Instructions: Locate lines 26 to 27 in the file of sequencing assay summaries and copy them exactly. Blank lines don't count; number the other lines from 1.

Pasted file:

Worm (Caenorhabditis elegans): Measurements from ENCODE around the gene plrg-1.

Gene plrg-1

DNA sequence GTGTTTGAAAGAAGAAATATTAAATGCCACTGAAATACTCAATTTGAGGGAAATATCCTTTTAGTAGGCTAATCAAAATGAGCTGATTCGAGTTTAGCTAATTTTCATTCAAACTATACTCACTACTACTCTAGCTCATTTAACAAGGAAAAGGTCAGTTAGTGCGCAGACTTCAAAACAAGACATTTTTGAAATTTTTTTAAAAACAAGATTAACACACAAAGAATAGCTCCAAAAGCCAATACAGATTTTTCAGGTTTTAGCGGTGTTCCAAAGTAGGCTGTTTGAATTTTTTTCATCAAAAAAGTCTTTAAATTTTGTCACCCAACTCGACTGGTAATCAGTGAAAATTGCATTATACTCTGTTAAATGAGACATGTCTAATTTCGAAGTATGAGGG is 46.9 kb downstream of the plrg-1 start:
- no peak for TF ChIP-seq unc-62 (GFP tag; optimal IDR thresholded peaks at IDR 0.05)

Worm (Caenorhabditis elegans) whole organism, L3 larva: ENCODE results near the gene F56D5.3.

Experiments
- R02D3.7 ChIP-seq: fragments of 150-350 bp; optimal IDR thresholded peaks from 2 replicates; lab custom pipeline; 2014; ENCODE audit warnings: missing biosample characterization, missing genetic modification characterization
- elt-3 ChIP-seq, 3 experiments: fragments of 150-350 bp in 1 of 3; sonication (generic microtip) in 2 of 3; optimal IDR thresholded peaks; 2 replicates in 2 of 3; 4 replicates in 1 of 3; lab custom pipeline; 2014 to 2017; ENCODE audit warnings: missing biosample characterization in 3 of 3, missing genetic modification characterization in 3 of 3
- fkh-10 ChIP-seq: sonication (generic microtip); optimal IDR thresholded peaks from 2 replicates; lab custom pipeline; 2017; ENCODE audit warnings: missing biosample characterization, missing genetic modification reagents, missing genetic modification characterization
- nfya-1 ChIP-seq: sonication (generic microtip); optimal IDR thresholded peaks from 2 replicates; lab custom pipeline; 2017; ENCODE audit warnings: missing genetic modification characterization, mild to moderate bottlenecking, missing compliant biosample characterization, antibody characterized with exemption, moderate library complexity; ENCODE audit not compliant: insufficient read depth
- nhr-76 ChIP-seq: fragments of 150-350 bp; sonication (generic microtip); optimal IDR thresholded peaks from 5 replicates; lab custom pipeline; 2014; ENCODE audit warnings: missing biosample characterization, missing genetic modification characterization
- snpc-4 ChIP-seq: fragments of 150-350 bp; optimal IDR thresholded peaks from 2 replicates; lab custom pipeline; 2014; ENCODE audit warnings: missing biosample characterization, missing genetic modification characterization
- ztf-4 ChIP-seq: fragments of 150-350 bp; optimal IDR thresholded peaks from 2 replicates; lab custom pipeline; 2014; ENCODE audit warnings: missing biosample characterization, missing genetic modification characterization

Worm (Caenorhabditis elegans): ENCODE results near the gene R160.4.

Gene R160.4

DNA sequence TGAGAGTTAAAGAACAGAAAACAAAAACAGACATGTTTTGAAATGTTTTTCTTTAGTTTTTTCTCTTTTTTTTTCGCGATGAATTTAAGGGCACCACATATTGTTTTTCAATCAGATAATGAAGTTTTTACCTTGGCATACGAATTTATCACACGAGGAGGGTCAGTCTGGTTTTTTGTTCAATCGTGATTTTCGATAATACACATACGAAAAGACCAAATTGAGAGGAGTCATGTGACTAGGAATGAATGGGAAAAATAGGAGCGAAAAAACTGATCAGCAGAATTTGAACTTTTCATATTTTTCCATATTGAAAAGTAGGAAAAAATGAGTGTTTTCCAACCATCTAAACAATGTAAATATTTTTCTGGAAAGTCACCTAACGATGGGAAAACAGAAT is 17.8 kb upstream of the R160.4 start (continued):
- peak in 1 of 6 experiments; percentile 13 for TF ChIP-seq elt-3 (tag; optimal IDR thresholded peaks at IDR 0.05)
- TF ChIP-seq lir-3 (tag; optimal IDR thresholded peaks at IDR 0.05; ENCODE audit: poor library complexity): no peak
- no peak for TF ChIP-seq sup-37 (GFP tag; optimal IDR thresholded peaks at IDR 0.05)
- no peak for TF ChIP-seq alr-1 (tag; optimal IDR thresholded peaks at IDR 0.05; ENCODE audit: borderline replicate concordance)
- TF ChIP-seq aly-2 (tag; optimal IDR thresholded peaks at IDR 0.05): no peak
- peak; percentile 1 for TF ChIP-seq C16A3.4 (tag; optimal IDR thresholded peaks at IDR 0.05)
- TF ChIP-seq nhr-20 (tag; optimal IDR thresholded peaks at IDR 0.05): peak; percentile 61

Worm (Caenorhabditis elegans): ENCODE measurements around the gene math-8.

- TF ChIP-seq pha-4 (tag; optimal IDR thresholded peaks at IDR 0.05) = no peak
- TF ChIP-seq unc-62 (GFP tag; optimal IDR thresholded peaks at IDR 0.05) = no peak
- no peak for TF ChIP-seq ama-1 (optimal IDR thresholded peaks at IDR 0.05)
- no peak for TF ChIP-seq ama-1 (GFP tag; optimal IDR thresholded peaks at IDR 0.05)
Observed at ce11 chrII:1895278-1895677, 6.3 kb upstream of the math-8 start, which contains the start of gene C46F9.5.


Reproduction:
- TF ChIP-seq unc-62 (GFP tag; optimal IDR thresholded peaks at IDR 0.05) = no peak
- no peak for TF ChIP-seq ama-1 (optimal IDR thresholded peaks at IDR 0.05)